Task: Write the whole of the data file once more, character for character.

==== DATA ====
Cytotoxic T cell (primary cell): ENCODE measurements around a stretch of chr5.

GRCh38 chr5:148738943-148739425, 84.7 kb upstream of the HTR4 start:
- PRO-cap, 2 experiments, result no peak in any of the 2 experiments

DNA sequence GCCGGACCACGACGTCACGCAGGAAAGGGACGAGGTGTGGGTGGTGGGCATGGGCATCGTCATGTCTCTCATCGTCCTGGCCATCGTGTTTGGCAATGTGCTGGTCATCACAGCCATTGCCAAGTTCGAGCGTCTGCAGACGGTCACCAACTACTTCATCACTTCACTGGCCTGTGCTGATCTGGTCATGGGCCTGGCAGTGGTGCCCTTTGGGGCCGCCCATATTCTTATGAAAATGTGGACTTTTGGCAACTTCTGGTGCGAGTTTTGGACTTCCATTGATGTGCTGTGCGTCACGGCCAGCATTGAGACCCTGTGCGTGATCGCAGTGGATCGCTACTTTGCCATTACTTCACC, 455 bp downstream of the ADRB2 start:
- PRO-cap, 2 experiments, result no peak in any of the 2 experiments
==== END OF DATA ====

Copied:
Cytotoxic T cell (primary cell): ENCODE measurements around a stretch of chr5.

GRCh38 chr5:148738943-148739425, 84.7 kb upstream of the HTR4 start:
- PRO-cap, 2 experiments, result no peak in any of the 2 experiments

DNA sequence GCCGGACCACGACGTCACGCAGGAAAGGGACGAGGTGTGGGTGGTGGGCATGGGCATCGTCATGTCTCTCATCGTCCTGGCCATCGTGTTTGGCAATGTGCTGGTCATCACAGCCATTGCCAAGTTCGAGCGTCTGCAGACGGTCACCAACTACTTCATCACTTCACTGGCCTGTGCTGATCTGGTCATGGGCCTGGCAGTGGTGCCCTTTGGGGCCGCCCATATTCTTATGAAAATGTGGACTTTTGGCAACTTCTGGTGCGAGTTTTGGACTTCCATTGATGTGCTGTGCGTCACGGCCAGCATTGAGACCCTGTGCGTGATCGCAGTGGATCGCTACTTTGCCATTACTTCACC, 455 bp downstream of the ADRB2 start:
- PRO-cap, 2 experiments, result no peak in any of the 2 experiments